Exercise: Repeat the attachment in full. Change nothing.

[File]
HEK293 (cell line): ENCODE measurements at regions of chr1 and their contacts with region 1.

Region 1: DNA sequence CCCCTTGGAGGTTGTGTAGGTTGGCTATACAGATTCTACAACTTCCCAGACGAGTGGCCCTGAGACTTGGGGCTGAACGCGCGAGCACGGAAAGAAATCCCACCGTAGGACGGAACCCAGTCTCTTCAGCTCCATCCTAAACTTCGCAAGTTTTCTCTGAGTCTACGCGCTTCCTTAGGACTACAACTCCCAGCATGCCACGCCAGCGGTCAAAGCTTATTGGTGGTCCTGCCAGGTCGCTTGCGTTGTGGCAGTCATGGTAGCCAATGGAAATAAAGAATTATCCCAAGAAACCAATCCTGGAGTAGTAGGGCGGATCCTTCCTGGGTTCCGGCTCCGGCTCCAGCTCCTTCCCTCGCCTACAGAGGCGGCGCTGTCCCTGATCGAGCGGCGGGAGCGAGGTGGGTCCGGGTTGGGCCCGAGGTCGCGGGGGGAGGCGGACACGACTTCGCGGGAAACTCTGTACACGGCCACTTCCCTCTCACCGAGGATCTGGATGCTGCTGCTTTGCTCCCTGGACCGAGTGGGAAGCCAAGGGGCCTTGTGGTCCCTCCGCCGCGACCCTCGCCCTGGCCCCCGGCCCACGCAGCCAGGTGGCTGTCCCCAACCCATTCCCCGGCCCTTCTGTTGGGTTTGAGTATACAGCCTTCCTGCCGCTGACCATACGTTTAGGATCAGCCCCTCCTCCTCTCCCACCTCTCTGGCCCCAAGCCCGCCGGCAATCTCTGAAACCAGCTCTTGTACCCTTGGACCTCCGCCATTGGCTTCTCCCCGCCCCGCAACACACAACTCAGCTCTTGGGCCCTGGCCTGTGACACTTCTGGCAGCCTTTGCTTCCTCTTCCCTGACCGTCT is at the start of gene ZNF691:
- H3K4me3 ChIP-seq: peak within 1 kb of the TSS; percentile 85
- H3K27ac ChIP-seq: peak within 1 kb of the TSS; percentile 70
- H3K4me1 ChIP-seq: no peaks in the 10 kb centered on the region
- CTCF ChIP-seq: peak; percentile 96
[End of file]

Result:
HEK293 (cell line): ENCODE measurements at regions of chr1 and their contacts with region 1.

Region 1: DNA sequence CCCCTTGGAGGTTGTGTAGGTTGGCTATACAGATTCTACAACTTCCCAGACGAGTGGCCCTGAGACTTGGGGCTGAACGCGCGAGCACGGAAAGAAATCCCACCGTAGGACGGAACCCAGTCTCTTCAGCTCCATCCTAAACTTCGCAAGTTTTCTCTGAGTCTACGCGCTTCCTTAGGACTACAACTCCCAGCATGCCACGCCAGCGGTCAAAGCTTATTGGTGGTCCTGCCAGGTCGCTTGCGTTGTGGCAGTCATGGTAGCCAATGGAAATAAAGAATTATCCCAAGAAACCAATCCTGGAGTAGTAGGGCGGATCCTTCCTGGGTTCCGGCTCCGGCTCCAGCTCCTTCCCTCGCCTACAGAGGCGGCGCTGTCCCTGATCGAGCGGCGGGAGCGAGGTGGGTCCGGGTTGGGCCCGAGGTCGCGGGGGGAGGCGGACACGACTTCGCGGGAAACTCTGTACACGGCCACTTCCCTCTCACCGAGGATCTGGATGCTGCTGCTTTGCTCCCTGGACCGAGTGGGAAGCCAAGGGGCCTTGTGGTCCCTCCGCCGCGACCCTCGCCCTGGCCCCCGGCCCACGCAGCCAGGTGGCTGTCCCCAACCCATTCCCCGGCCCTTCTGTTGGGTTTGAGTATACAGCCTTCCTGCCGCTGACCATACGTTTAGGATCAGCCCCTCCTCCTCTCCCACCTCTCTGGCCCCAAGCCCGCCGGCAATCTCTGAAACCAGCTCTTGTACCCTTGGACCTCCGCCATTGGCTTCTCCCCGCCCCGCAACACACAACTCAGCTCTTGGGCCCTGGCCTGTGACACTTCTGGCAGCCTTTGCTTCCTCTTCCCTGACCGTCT is at the start of gene ZNF691:
- H3K4me3 ChIP-seq: peak within 1 kb of the TSS; percentile 85
- H3K27ac ChIP-seq: peak within 1 kb of the TSS; percentile 70
- H3K4me1 ChIP-seq: no peaks in the 10 kb centered on the region
- CTCF ChIP-seq: peak; percentile 96